In addition to its specials, the force has 60 volunteers who are members of the public who give up their time to assist the force with office duties and open days so that officers can remain on the beat. That is the sort of initiative that I like to see.

The crime fighting fund, which the Government established to boost police numbers, has been central to the recent growth in police strength nationally. The CFF is enabling forces to recruit 9,000 officers over and above their previous plans in the three years to March 2003. In 2000–01, forces took on some 2,800 officers through the fund and a further 3,200 were recruited by the end of 2001–02. We expect a further 3,000 to be recruited this year, and that will make up the target of a 130,000 nationally that I mentioned earlier.

In 2000–01, the first year of the scheme, the Bedfordshire force appointed 80 recruits, including its total allocation of 28 funded by the CFF. The latest information provided by the force shows that it took on 132 new recruits in 2001-02, including all of its allocation from the CFF. Subject to the force meeting the CFF criteria, it will be able to take on a further 26 recruits in 2002–03.

Partnership and crime reduction programmes in Bedfordshire have an extra £3 million of funding. I am sure that the hon. Gentleman will be aware of some of the projects in his constituency, including £197,000 for CCTV in Leighton Buzzard; £46,000 for partnership development in 2001–02; £110,000 for the communities against drugs initiative in 2001-02; and £42,000 for the safer communities initiative scheduled for 2002-03. That

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is a significant investment of extra resources, which will help the police to reduce crime and improve the quality of life for his constituents.

The hon. Gentleman made a good point about officers leaving the force on transfer. Transfers of officers from Bedfordshire to other forces have increased sharply from 21 in 2000-01 to 45 in 2001-02. None the less, recruitment continues to outstrip the number of officers leaving the force. Recruitment has increased from 37 officers in 1999-2000 to 82 in 2000-01 and to 132 in the current financial year.

It is healthy for there to be an interchange of experience between police forces, but I recognise that a net outflow of experienced officers can cause great difficulty. As part of the research presently being undertaken on voluntary resignations, a sample of officers who have transferred between forces will also be interviewed. The information that that provides on the reasons for transfer will help to identify measures that forces can take to reduce the number of transfers.

I understand that in Bedfordshire exit interviews conducted by the force show that some officers left to join London forces for financial reasons, but others went to other forces for affordable housing and quality of life.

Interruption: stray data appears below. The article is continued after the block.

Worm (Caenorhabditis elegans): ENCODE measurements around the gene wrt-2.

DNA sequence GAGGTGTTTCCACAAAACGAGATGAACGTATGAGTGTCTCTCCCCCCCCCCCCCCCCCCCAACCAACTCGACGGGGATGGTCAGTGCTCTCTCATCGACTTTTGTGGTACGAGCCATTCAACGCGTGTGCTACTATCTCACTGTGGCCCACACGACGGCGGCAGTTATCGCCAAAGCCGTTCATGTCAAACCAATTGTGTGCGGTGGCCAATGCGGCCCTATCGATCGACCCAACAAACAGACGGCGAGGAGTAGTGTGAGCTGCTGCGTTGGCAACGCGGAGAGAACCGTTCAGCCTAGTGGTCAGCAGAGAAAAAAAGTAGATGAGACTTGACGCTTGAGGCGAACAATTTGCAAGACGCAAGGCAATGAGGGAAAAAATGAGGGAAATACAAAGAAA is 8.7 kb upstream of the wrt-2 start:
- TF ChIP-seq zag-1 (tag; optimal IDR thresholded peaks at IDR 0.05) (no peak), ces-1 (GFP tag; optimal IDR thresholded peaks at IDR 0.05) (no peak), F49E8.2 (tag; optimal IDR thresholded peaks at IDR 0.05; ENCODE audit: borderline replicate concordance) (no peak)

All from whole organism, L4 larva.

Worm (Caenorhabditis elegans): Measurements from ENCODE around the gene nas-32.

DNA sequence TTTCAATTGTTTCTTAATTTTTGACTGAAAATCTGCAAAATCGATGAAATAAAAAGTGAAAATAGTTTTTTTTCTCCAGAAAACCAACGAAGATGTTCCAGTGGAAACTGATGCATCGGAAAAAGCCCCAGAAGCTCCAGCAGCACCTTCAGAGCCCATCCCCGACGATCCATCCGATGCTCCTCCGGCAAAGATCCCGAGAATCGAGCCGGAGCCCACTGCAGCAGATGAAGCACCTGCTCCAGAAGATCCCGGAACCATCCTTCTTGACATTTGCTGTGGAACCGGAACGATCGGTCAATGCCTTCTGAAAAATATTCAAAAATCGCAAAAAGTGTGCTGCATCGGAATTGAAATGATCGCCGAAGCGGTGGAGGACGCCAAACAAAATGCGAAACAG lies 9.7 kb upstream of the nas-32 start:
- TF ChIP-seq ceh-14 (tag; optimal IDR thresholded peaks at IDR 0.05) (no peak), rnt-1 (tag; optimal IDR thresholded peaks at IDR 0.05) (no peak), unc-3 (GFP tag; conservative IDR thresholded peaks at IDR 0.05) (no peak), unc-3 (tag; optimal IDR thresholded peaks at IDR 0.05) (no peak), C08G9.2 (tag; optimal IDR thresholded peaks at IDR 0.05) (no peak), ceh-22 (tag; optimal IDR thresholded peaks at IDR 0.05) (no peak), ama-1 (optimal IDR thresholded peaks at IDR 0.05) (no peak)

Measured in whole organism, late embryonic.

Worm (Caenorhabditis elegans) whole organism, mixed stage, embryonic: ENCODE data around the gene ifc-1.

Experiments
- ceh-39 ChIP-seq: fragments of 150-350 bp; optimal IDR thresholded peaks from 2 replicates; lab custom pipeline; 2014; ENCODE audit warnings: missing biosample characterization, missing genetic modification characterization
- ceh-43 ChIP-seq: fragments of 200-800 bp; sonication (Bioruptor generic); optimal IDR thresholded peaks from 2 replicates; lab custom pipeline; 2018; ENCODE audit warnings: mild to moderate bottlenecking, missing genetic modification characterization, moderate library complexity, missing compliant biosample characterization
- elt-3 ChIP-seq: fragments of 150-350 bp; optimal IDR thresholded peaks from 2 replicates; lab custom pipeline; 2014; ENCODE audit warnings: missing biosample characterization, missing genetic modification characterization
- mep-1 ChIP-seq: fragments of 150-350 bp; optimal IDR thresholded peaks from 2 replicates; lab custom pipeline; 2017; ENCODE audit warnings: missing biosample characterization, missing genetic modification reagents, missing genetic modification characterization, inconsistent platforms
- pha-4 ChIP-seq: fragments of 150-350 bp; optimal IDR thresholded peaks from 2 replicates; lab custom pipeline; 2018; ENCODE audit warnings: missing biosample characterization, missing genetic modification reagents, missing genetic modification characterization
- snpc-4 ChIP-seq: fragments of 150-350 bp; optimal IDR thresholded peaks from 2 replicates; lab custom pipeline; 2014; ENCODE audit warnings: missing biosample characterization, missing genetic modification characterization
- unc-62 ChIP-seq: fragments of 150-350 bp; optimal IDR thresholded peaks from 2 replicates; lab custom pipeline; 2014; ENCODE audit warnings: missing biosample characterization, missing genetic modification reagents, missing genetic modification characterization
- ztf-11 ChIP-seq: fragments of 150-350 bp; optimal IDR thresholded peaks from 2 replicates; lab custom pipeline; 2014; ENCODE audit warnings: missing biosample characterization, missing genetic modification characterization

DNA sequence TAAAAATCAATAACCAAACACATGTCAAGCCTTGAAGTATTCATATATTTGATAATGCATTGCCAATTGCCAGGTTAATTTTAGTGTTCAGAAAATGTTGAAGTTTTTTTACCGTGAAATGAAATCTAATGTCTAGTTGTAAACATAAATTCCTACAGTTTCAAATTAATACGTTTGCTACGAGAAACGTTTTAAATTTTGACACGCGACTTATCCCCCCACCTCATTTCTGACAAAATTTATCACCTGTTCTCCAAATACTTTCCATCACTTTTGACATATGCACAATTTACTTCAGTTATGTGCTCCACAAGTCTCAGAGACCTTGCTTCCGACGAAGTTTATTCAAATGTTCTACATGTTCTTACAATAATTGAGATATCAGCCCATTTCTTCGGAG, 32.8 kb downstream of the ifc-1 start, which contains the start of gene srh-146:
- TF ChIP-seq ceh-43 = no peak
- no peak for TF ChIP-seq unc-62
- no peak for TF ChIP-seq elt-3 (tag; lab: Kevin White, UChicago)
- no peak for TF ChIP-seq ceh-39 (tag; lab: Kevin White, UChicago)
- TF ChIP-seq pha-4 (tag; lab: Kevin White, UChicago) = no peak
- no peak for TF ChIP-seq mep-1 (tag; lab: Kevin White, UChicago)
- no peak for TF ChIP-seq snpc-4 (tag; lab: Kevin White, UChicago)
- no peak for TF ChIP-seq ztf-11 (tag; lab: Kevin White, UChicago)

Higher than average early retirements may be expected in a service such as the police for understandable reasons, but medical retirements in Bedfordshire have been significantly higher than average in recent years—a huge 58.1 per cent. in 2000–01 compared with the England and Wales average of 31.4 per cent. The Government target is for medical retirements to represent no more than 33 per cent. That is an issue on which the Bedfordshire police will have to focus in order to discover what is happening.

As the hon. Gentleman will know, following a recommendation by the police negotiating board, the previous Home Secretary approved a new allowance for officers in eight forces surrounding London who were appointed on or after 1 September 1994 and are not in receipt of housing allowance. That was awarded in recognition of the recruitment and retention problems associated with the higher cost of living in the south-east. For qualifying officers in Bedfordshire, the allowance is £1,000 a year from 1 April 2001.

Some may contend that the £1,000 allowance for qualifying officers in Bedfordshire is inadequate. The force would have had the opportunity to make that case to the police negotiating board through its representation in the Association of Chief Police Officers and the Association of Police Authorities. It would be for the police negotiating board in the first instance to consider any case for revisiting the amount awarded to qualifying officers in Bedfordshire. The Home Office is paying 75 per cent. of the cost of the south-east allowance and in 2001–02 we paid the force £200,000.

Through the starter home initiative, which also aims to assist in this area, 21 Bedfordshire police staff are expected to benefit from a £10,000 equity loan to help them buy their first home. I hope that that will give the hon. Gentleman some assurance, but I recognise that complex issues are involved.

The hon. Gentleman raised issues with respect to the travelling community.